The UK government today announced a £153 million investment into efforts to commercialize quantum computing. That’s about $193 million and with additional commitments from numerous industry players, that number goes up to over $440 million. With this, the UK’s National Quantum Technologies Programme has now passed £1 billion (or about $1.27 billion) in investments since its inception in 2014.
In the US, president Trump last year signed into law a $1.2 billion investment into quantum computing and the European Union, which the UK is infamously trying to leave, also launched a similarly-sized plan. Indeed, it’s hard not to look at this announcement in the context of Brexit, which would cut the UK off from these European efforts, though it’s worth noting that the UK obviously has a long history of fundamental computer science research, something that is surely also motivating these efforts.
“This milestone shows that Quantum is no longer an experimental science for the UK,” UK Science Minister Chris Skidmore said in today’s announcement. “Investment by government and businesses is paying off, as we become one of the world’s leading nations for quantum science and technologies. Now industry is turning what was once a futuristic pipedream into life-changing products.”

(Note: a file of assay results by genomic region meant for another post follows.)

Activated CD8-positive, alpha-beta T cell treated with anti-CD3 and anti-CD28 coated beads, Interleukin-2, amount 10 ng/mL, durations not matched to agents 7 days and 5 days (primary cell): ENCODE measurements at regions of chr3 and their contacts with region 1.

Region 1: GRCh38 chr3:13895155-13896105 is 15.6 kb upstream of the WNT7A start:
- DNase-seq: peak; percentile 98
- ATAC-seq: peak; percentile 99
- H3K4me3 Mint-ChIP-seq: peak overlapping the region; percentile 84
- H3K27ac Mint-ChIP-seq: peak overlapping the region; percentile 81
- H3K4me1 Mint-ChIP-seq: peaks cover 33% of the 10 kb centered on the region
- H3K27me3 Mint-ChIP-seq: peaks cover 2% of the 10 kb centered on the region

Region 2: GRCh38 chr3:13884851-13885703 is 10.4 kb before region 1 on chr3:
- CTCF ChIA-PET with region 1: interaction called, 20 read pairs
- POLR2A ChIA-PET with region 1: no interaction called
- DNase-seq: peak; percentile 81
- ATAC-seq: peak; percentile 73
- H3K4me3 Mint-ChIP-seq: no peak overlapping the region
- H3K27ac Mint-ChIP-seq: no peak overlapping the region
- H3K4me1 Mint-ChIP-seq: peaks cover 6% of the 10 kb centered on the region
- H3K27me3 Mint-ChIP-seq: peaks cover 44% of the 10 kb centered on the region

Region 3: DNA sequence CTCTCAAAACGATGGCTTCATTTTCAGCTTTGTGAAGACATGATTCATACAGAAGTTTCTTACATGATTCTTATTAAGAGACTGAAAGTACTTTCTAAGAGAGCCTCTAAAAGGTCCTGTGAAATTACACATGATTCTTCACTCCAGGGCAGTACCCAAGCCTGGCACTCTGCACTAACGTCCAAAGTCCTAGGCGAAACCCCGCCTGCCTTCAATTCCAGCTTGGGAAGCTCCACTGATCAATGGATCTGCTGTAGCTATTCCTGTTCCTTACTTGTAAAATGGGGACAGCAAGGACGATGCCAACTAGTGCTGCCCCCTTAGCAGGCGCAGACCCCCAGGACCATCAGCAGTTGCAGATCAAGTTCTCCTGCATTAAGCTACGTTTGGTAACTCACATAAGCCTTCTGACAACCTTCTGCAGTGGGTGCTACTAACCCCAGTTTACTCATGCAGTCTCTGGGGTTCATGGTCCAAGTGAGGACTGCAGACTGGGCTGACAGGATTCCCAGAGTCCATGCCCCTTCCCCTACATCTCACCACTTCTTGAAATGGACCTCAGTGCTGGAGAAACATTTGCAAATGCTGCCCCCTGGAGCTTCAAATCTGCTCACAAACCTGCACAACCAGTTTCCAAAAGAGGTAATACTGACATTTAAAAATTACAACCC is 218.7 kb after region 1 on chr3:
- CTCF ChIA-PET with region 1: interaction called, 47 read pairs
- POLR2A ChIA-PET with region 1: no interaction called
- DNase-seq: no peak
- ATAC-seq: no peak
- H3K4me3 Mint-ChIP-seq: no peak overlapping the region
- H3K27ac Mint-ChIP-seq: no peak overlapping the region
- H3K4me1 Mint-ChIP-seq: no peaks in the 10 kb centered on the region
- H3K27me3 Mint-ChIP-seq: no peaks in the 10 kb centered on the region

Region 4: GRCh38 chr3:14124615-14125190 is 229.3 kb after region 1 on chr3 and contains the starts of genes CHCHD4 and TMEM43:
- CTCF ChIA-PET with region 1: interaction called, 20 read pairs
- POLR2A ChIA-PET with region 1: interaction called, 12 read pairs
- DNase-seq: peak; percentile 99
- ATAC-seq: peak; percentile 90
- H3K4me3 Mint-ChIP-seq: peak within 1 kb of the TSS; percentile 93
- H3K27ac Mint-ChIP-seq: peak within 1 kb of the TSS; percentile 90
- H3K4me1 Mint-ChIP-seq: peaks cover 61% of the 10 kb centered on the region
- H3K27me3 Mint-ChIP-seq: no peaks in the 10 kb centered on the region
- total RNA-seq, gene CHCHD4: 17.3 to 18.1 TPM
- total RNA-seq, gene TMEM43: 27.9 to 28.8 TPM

Specifically, the UK program is looking into research that can grow its local quantum industry. To do so, the £153 million Industrial Strategy Challenge Fund will invest in new products and innovations through research and development competitions, but also into industry-led projects. It will also function as an investment accelerator, with the hope of encouraging venture capitalist to invest in early-stage, spin-out and startup quantum companies.
“It’s not just about creating the environment for quantum technologies to flourish. We are investing across a broad range of technologies – computing, sensing, imaging and communications –- and in the lifetime of this programme, we expect to see transformative commercial products and services move from laboratory aspiration to commercial reality,” Roger McKinlay, Challenge Director for Quantum Technologies at UK Research and Innovation, told me. “The technology is new but the approach is tried and tested. Much of the funding will be spent on collaborative R&D projects, competitively awarded to industry-led consortia. We will also fund feasibility studies and run an investment accelerator to ensure we have a pipeline of new technologies and innovative ideas. Well established companies have not been overlooked; funding is earmarked to allocate to companies with ambitious investment and scale-up plans.”
For governments, quantum computing obviously opens up a number of economic opportunities, but there are also national security interests at play here. Once it becomes a reality, a general quantum computer with long coherence times will easily be able to defeat today’s encryption schemes, for example. That’s not what today’s announcement is about, but it is surely something that all of the world’s governments are thinking about.
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